What stands out the most, however, is Blackmon’s .508 batting average on balls in play (.534 heading into Wednesday) and the way he’s getting there. That BABIP comes at a time when the league-wide BABIP is an historically low .283. In the post-1994 strike era, league-wide BABIP has been remarkably consistent, ranging from .293 in 2002 to .303 in 2007; it’s fallen in the .299-.301 range in 11 of those 25 years, most recently in 2017, and last year, it was at .298. The highest individual BABIPs in that time belong to Yoan Moncada (.406 last year), Jose Hernandez (.404 in 2002), Tim Anderson (.399 last year), Ichiro Suzuki (.399 in 2004), and Austin Jackson (.396 in 2010).

All of those players, and the baker’s dozen of 2020 small-sample weirdos besides Blackmon who are carrying BABIPs of .396 or better, have one thing in common: they all hit more groundballs than fly balls:

Yes, it’s ridiculous to compare the 2020 players with fewer than 20 games to those who maintained those BABIPs for a full season, but I do this to illustrate how odd and extreme Blackmon’s performance has been. The lowest full-season groundball rate from the era is Frank Thomas‘ 22.5% in 2002; he managed just a .267 BABIP, which was almost exactly half of Blackmon’s BABIP entering Wednesday (stupid updating stats!). Of the 15 players with groundball-to-fly ball ratios under 0.55 from 1995-2019, only Mike Trout (.298 in 2019) and Alfonso Soriano (.295 in 2010) had BABIPs above .267. Hitters don’t do what Blackmon is doing.

Blackmon has had a couple of extreme stretches like this before:

You can ignore those spikes at the start of the 2012 and ’13 seasons, as those simply represent ones that opened with him having a game or two without a grounder; by the time he got to 18 games during the first of those years, for example, he was at 1.38 GB/FB with a 42.5% groundball rate. He’s had midseason troughs with low GB/FB ratios on an almost annual basis, but they’ve never coincided with BABIPs that high — 400+, but not .500+:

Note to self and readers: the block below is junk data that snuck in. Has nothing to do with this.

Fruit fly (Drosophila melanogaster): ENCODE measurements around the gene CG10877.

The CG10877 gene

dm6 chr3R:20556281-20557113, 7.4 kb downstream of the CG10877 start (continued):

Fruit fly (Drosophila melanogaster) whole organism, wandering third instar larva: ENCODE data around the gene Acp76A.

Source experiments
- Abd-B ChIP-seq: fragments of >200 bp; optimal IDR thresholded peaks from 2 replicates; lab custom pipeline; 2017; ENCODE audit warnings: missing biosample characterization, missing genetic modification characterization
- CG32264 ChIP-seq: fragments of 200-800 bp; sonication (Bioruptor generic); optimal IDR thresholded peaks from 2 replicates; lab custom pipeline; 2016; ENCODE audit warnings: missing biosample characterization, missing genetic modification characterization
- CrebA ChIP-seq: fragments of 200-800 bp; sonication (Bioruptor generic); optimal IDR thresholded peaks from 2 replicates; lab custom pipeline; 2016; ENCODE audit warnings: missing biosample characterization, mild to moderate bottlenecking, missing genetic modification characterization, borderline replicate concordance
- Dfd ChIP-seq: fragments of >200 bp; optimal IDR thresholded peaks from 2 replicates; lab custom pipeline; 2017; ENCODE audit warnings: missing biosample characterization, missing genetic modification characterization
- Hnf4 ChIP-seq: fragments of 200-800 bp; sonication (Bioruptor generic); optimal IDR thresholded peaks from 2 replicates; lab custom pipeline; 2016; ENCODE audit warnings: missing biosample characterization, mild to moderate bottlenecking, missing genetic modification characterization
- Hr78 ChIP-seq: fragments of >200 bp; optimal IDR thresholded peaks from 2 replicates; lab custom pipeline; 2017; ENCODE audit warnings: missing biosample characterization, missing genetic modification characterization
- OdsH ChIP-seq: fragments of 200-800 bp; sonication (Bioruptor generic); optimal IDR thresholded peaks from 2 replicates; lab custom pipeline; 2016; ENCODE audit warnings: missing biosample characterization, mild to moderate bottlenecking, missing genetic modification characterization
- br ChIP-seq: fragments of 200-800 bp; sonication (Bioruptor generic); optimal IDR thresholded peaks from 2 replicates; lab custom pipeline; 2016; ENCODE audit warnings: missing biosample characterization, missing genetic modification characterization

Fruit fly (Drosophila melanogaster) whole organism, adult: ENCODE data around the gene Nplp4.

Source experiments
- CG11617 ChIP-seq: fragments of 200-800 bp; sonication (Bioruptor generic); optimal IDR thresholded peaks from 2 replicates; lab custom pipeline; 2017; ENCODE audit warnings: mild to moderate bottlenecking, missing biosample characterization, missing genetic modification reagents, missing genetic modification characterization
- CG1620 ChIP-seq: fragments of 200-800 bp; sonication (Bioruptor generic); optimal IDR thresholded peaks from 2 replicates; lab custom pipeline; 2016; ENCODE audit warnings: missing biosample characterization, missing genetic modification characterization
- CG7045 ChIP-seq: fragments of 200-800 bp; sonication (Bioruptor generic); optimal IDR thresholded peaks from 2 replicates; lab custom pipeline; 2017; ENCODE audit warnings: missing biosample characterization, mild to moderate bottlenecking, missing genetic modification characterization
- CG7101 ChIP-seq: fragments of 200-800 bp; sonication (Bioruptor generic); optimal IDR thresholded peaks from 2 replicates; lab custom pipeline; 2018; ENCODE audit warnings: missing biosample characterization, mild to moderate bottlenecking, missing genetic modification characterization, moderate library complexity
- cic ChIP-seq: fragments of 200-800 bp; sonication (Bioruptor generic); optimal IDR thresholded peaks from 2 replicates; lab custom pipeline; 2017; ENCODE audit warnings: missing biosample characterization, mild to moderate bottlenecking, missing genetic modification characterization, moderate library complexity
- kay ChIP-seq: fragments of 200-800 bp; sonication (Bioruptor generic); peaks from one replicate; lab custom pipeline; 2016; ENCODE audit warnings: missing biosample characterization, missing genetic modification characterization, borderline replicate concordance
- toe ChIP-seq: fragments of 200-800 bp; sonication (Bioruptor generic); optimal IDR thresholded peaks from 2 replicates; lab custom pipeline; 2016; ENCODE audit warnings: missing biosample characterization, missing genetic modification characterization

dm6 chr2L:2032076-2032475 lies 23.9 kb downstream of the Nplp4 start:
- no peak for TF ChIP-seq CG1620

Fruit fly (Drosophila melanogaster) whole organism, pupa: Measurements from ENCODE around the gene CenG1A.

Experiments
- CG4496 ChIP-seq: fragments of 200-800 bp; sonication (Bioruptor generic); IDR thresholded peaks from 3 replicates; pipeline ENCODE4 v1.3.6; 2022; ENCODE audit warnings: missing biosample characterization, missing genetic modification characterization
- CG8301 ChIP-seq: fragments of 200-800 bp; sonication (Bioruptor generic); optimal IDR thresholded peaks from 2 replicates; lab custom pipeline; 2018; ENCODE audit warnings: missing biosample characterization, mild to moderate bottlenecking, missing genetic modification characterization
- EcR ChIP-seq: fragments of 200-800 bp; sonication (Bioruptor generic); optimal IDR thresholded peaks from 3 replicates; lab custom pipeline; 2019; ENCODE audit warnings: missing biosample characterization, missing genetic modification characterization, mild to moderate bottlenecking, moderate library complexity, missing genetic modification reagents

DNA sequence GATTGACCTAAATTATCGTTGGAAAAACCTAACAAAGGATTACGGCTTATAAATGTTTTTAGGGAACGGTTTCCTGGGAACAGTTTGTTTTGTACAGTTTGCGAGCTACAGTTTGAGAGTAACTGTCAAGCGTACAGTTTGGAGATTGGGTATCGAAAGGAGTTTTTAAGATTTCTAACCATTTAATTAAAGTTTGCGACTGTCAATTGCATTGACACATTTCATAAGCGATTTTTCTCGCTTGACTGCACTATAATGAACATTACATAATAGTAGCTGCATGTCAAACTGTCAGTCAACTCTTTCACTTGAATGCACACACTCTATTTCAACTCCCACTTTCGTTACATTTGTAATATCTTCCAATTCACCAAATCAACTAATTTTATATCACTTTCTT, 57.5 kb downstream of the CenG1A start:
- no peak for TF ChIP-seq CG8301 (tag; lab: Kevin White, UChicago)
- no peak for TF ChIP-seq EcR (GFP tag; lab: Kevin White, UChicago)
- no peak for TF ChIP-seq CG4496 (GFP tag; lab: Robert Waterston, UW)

So yes, what Blackmon is doing is in outlier territory, and while we should only get so worked up about it given the sample size, he is up to 64 batted ball events. For hitters, groundball and fly ball rates start to stabilize at 80 events, but average exit velocity does so at 40 such events, and so it makes sense to look at what Blackmon’s doing in the Statcast realm (which, by the way… )

Blackmon’s current GB/FB ratio is exactly half of what he’s done in the previous four years, the span of time during which he’s emerged as a high-average slugger. He hasn’t managed even a 50th percentile average exit velo in that span, ranging between the 26th and 36th percentiles, though this year, he’s in the 68th percentile; in other words, he’s hitting the ball harder than usual, though in terms of rolling averages over 50 batted ball events, he’s had similar stretches during the Statcast era:

Despite his meager average exit velocities (never higher than last year’s 88.7 mph), Blackmon’s tendency to elevate the ball pays off because he spends half his games at Coors Field, and so his full-season xwOBAs have ranged from the 74th to 89th percentiles; currently, he’s in the 98th percentile. On a rolling basis, only a couple of times has he had stretches like this:

Finally, while Blackmon is obviously exceeding his expected batting average and slugging percentage by a wide margin, he’s actually underperforming when it comes to his power:

Blackmon’s .209 ISO is on par with his 2017 (.211) and still about 50-60 points ahead of his pre-2016 work. The less lively baseball could be a factor — home run rates are down about 7% from last year’s record high, though that’s about half the gap it was when Baseball Prospectus‘ Rob Arthur wrote about this year’s ball being less aerodynamic than last year’s, albeit still on par with 2018. Beyond that, I wonder, given that Statcast shows that Blackmon’s sprint speed has gradually declined from the 76th percentile (2015) to the 48th (’19) and now the 37th, whether he’s pulling up at first base on a lot of would-be doubles and thus losing some extra base hits. Not enough to actually check it right now, mind you — I’ve flogged this small-sample horse long enough.

The idea that Blackmon could hit .500 is pure poppycock, but going back to the work of my colleagues, it’s worth noting that he was on the leaderboard in terms of his chances at .400, with Edwards estimating Blackmon’s shot at 0.11% (tied with Trout and others for the seventh-highest), and Szymborski placing his chances at 0.36% (10th); teammates Arenado and Murphy are also within hailing distance by both methods. For Blackmon, those odds have increased, but it should be no surprise when he comes back to earth, at least to some degree.

Even so, his hot streak — along with a strong rebound from their young rotation — has helped the Rockies bank key early-season wins and jump out to the NL’s second-best record (12-6) through 30% of their season, and well into the thick of an NL West race with the Dodgers (12-7) and Padres (11-8). In doing so, they’ve improved their Playoff Odds relative to Opening Day by an major league-high 39.1%, from 28.5% (12th in the NL) to 67.5% (fifth). That should keep things interesting in the NL West.